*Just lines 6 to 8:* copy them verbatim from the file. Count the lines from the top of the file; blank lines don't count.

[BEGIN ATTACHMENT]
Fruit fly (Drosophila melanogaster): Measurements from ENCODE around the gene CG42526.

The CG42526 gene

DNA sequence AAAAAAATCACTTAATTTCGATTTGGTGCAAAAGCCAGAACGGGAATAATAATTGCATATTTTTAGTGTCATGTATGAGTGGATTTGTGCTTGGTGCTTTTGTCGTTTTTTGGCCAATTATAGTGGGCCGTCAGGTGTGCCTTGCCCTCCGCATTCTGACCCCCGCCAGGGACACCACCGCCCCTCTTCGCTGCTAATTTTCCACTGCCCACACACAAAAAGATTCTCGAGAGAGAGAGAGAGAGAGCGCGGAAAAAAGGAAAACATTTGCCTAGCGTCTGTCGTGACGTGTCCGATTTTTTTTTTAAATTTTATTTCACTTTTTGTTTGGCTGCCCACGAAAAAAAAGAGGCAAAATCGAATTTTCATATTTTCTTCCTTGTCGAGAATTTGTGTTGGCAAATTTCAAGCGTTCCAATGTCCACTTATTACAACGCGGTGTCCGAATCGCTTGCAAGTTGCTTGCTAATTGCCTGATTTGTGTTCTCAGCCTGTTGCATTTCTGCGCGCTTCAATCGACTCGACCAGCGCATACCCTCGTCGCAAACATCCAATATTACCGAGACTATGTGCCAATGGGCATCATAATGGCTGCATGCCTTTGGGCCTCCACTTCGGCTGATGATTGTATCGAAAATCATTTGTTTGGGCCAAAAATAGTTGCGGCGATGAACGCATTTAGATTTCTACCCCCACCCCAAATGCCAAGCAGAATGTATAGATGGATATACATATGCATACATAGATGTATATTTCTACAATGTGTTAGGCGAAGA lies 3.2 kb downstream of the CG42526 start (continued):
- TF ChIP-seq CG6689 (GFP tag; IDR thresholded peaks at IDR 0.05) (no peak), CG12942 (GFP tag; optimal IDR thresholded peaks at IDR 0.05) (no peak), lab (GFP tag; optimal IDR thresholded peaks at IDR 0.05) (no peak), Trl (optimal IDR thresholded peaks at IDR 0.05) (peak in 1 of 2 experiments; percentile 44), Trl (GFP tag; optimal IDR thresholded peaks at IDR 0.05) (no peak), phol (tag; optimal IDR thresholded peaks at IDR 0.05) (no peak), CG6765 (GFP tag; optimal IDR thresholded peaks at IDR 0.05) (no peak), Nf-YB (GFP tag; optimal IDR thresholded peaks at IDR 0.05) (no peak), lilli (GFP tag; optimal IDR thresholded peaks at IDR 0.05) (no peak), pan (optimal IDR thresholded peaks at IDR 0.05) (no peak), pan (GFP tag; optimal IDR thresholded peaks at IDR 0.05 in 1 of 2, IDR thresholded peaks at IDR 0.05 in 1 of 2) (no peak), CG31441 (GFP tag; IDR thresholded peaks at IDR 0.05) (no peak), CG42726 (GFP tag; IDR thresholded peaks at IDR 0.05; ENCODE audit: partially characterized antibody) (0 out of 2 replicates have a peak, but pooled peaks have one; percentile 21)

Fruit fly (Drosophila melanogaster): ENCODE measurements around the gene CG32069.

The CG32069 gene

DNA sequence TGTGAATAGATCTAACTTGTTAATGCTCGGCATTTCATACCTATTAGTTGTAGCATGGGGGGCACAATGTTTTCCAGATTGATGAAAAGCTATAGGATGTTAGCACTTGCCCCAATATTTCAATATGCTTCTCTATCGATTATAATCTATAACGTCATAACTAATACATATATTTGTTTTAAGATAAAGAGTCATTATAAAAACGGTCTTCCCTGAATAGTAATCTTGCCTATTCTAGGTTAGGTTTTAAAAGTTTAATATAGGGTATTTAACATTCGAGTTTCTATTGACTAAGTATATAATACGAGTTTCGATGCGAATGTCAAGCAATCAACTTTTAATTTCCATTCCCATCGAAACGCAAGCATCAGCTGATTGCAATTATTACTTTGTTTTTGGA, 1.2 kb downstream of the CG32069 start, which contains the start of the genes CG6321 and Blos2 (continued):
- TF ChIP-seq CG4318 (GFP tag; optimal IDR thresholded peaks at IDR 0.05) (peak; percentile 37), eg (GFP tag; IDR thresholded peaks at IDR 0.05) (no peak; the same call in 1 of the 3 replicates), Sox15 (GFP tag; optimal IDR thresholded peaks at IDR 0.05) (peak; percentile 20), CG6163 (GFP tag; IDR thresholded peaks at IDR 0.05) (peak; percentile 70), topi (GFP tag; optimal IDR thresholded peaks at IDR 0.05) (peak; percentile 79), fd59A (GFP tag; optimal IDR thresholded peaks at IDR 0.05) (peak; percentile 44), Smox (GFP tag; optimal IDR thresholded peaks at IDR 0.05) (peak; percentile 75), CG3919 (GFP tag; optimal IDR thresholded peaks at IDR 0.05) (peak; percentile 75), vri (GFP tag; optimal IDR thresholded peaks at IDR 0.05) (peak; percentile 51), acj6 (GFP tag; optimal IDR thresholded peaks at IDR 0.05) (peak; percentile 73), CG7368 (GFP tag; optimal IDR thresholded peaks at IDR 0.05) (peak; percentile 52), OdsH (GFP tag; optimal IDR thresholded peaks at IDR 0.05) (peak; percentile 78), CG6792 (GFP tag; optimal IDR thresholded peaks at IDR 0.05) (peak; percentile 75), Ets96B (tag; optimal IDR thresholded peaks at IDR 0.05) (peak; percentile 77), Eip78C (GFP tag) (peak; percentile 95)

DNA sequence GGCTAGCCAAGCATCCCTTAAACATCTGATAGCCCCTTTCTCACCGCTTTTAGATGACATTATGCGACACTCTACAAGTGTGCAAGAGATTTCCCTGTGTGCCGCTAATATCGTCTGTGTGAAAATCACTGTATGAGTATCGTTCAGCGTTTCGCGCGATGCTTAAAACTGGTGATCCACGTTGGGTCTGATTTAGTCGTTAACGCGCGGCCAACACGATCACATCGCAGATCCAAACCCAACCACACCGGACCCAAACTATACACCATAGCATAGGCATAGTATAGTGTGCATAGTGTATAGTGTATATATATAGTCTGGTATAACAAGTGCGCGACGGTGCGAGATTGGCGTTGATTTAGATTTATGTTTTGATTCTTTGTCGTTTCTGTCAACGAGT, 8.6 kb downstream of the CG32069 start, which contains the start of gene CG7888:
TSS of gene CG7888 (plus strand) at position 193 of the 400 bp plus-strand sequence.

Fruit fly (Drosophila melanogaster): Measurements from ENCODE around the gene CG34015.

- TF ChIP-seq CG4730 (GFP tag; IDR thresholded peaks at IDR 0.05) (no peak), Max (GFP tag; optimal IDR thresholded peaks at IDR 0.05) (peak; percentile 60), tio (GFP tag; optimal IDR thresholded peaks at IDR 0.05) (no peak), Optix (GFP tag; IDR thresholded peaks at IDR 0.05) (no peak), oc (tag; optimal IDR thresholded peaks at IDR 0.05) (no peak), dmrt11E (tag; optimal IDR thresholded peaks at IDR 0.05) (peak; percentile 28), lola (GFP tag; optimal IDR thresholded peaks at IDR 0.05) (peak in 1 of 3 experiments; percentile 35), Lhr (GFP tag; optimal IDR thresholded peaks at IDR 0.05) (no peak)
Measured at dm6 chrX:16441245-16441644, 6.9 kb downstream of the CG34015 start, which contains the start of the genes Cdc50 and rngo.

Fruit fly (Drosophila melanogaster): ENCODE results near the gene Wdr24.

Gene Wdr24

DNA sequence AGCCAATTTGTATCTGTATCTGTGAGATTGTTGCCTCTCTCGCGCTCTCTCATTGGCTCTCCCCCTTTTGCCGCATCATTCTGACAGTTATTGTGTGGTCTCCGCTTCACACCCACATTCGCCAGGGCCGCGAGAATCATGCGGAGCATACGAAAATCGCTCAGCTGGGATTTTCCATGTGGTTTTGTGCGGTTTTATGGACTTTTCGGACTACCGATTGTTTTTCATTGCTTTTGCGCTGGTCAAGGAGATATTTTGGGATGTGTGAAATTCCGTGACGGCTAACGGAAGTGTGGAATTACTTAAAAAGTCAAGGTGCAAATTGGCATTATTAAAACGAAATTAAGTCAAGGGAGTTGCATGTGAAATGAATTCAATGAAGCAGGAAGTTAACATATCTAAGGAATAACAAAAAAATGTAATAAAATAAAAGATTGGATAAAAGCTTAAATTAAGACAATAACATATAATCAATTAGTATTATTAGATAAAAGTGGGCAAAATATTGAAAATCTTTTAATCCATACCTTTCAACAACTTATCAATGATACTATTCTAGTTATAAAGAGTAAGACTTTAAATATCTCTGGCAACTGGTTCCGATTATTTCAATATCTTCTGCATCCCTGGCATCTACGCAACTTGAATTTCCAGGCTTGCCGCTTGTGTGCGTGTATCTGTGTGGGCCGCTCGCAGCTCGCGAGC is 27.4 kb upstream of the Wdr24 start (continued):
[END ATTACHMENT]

The CG32069 gene

DNA sequence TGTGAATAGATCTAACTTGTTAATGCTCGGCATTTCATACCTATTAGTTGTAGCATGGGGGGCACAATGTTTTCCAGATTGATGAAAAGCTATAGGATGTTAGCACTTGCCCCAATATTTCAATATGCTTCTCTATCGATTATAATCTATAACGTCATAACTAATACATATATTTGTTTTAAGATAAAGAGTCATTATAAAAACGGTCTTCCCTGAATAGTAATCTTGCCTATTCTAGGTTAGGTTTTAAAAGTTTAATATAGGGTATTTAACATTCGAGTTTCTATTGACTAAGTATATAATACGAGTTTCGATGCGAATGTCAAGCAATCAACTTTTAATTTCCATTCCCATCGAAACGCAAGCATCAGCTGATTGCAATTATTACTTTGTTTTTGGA, 1.2 kb downstream of the CG32069 start, which contains the start of the genes CG6321 and Blos2 (continued):
- TF ChIP-seq CG4318 (GFP tag; optimal IDR thresholded peaks at IDR 0.05) (peak; percentile 37), eg (GFP tag; IDR thresholded peaks at IDR 0.05) (no peak; the same call in 1 of the 3 replicates), Sox15 (GFP tag; optimal IDR thresholded peaks at IDR 0.05) (peak; percentile 20), CG6163 (GFP tag; IDR thresholded peaks at IDR 0.05) (peak; percentile 70), topi (GFP tag; optimal IDR thresholded peaks at IDR 0.05) (peak; percentile 79), fd59A (GFP tag; optimal IDR thresholded peaks at IDR 0.05) (peak; percentile 44), Smox (GFP tag; optimal IDR thresholded peaks at IDR 0.05) (peak; percentile 75), CG3919 (GFP tag; optimal IDR thresholded peaks at IDR 0.05) (peak; percentile 75), vri (GFP tag; optimal IDR thresholded peaks at IDR 0.05) (peak; percentile 51), acj6 (GFP tag; optimal IDR thresholded peaks at IDR 0.05) (peak; percentile 73), CG7368 (GFP tag; optimal IDR thresholded peaks at IDR 0.05) (peak; percentile 52), OdsH (GFP tag; optimal IDR thresholded peaks at IDR 0.05) (peak; percentile 78), CG6792 (GFP tag; optimal IDR thresholded peaks at IDR 0.05) (peak; percentile 75), Ets96B (tag; optimal IDR thresholded peaks at IDR 0.05) (peak; percentile 77), Eip78C (GFP tag) (peak; percentile 95)